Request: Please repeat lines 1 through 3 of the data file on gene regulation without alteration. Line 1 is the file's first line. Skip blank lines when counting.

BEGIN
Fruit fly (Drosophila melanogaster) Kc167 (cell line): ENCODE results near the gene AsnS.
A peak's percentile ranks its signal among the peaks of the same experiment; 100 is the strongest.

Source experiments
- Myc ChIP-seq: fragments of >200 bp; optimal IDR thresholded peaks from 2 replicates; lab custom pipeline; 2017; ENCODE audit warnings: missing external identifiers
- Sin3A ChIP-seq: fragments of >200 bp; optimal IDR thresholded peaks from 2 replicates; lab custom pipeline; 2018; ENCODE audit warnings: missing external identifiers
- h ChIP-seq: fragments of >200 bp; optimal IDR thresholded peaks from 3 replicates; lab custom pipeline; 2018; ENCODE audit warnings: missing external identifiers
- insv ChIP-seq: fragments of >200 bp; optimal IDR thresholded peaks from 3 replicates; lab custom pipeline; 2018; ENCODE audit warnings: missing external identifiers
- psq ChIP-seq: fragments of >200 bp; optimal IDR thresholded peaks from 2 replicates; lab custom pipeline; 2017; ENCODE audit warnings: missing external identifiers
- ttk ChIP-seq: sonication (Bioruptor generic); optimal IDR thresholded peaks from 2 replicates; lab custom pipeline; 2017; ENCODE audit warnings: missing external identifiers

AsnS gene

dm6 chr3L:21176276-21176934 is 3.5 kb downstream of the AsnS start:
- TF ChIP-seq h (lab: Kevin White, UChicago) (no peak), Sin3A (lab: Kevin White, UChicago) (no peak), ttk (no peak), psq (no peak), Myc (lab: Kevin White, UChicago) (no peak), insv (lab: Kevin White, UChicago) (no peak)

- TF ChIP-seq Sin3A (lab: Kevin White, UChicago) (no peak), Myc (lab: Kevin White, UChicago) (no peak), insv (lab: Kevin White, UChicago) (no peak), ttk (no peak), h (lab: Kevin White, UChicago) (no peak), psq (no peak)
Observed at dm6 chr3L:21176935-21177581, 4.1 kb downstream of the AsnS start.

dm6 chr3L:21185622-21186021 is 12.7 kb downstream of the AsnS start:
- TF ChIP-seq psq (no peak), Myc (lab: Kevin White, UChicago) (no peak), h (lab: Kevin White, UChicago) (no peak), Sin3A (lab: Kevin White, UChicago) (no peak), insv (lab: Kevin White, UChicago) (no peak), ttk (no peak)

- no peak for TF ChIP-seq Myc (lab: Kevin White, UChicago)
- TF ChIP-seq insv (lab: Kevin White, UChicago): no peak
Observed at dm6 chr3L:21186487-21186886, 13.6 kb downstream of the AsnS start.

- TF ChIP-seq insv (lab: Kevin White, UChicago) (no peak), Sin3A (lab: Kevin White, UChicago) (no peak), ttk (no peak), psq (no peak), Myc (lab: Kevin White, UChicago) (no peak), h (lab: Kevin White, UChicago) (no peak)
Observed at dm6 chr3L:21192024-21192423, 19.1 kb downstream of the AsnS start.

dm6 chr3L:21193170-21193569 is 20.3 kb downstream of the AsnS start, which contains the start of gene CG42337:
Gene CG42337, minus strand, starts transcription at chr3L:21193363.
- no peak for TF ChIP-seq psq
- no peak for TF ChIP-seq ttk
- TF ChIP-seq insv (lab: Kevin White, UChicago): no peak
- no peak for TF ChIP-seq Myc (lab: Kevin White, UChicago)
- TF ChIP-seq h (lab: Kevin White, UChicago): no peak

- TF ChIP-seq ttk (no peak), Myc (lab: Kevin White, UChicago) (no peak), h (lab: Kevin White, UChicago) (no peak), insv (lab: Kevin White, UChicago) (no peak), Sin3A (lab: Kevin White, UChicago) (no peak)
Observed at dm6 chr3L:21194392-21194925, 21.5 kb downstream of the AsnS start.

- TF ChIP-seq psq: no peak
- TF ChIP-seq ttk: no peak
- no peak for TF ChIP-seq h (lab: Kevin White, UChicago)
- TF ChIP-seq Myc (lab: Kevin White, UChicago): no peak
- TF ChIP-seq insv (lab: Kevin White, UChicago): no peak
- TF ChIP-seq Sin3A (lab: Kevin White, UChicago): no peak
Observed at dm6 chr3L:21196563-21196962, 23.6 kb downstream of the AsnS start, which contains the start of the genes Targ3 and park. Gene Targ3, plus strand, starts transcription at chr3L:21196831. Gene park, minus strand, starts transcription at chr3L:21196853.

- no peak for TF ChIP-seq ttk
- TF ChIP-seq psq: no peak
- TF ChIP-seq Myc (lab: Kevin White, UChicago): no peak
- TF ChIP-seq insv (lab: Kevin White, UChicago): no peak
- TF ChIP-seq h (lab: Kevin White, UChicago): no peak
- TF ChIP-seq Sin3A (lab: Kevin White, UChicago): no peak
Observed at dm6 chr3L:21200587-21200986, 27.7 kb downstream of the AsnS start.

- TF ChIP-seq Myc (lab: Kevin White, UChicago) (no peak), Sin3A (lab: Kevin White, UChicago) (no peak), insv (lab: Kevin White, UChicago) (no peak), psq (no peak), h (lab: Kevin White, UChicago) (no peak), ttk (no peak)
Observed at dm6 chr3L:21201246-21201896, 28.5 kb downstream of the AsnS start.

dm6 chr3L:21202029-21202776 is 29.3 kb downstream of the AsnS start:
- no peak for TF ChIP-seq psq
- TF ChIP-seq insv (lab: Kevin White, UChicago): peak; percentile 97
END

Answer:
Fruit fly (Drosophila melanogaster) Kc167 (cell line): ENCODE results near the gene AsnS.
A peak's percentile ranks its signal among the peaks of the same experiment; 100 is the strongest.

Source experiments